Your email address will not be published. Save my name, email, and website in this browser for the next time I comment. Buy Now Read More. The thirty-thousand-foot level has been reached time after time with no discomfort beyond cold and asthma.
groupdeal346naveen.dev3.develag.com What does this prove? A visitor might descend upon this planet a thousand times and never see a tiger. Yet tigers exist, and if he chanced to come down into a jungle he might be devoured. There are jungles of the upper air, and there are worse things than tigers which inhabit them.
I believe in time they will map these jungles accurately out. Even at the present moment I could name two of them. One of them lies over the Pau-Biarritz district of France. Another is just over my head as I write here in my house in Wiltshire. I rather think there is a third in the Homburg-Wiesbaden district. Of course, everyone said that they had fallen into the sea, but that did not satisfy me at all.
First, there was Verrier in France; his machine was found near Bayonne, but they never got his body. There was the case of Baxter also, who vanished, though his engine and some of the iron fixings were found in a wood in Leicestershire. In that case, Dr. Middleton, of Amesbury, who was watching the flight with a telescope, declares that just before the clouds obscured the view he saw the machine, which was at an enormous height, suddenly rise perpendicularly upwards in a succession of jerks in a manner that he would have thought to be impossible.
That was the last seen of Baxter. There was a correspondence in the papers, but it never led to anything. There were several other similar cases, and then there was the death of Hay Connor.
What a cackle there was about an unsolved mystery of the air, and what columns in the halfpenny papers, and yet how little was ever done to get to the bottom of the business! He came down in a tremendous vol-plane from an unknown height.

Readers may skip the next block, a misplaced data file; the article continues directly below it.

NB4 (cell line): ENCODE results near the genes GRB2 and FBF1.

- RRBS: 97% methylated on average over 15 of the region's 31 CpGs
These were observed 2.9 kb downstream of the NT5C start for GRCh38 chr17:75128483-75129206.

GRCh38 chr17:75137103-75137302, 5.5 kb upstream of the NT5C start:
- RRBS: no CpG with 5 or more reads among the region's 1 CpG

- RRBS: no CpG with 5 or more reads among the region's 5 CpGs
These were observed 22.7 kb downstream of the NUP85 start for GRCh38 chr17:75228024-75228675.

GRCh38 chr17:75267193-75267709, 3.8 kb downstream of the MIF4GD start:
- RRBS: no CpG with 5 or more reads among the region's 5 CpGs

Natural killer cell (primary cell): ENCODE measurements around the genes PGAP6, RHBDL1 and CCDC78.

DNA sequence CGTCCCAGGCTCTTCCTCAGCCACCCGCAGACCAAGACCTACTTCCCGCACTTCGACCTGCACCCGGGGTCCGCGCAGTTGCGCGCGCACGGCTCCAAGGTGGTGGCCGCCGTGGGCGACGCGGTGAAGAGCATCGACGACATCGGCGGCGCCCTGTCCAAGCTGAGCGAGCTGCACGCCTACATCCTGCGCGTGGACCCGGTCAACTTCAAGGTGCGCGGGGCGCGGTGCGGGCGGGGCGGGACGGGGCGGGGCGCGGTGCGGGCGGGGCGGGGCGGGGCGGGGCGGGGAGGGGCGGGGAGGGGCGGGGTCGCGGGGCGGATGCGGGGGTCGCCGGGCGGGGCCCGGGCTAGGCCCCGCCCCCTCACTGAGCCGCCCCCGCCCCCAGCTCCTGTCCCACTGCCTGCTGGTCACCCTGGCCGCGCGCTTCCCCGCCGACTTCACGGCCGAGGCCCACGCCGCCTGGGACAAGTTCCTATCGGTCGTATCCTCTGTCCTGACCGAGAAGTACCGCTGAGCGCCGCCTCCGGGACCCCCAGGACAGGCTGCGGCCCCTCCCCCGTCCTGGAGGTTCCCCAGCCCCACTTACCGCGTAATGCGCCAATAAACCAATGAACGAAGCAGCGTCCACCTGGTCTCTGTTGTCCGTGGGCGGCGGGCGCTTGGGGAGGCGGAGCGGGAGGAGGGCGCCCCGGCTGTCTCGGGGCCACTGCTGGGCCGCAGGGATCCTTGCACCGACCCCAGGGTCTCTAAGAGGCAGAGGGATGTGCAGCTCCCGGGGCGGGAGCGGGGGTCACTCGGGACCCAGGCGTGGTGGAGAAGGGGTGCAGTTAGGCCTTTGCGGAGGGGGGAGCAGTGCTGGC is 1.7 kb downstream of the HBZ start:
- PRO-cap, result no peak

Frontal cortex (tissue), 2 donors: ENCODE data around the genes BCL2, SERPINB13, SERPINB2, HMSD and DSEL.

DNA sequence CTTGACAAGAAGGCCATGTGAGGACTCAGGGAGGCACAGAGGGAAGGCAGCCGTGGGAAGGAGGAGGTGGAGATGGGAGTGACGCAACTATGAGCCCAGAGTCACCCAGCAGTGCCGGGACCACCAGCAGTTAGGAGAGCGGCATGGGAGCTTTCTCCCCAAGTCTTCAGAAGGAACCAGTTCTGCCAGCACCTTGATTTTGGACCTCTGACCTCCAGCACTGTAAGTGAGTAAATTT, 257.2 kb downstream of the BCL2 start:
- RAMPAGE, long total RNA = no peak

He never got off his machine and died in his pilot's seat. Died of what? Hay Connor's heart was as sound as mine is. What did Venables say? Venables was the only man who was at his side when he died. He said that he was shivering and looked like a man who had been badly scared. Only said one word to Venables, which sounded like 'Monstrous. But I could make something of it. That was the last word of poor Harry Hay Connor. And he did die of fright, just as Venables thought. Do you really believe - does anybody really believe - that a man's head could be driven clean into his body by the force of a fall?
Well, perhaps it may be possible, but I, for one, have never believed that it was so with Myrtle. And the grease upon his clothes - 'all slimy with grease,' said somebody at the inquest. Queer that nobody got thinking after that!
I did - but, then, I had been thinking for a good long time. I've made three ascents - how Dangerfield used to chaff me about my shot-gun - but I've never been high enough. Now, with this new, light Paul Veroner machine and its one hundred and seventy-five Robur, I should easily touch the thirty thousand tomorrow.
I'll have a shot at the record. Maybe I shall have a shot at something else as well. Of course, it's dangerous. If a fellow wants to avoid danger he had best keep out of flying altogether and subside finally into flannel slippers and a dressing-gown. But I'll visit the air-jungle tomorrow - and if there's anything there I shall know it.
If I return, I'll find myself a bit of a celebrity.
If I don't this note-book may explain what I am trying to do, and how I lost my life in doing it. But no drivel about accidents or mysteries, if you please. There's nothing like a monoplane when real work is to be done. Beaumont found that out in very early days. For one thing it doesn't mind damp, and the weather looks as if we should be in the clouds all the time. It's a bonny little model and answers my hand like a tender-mouthed horse.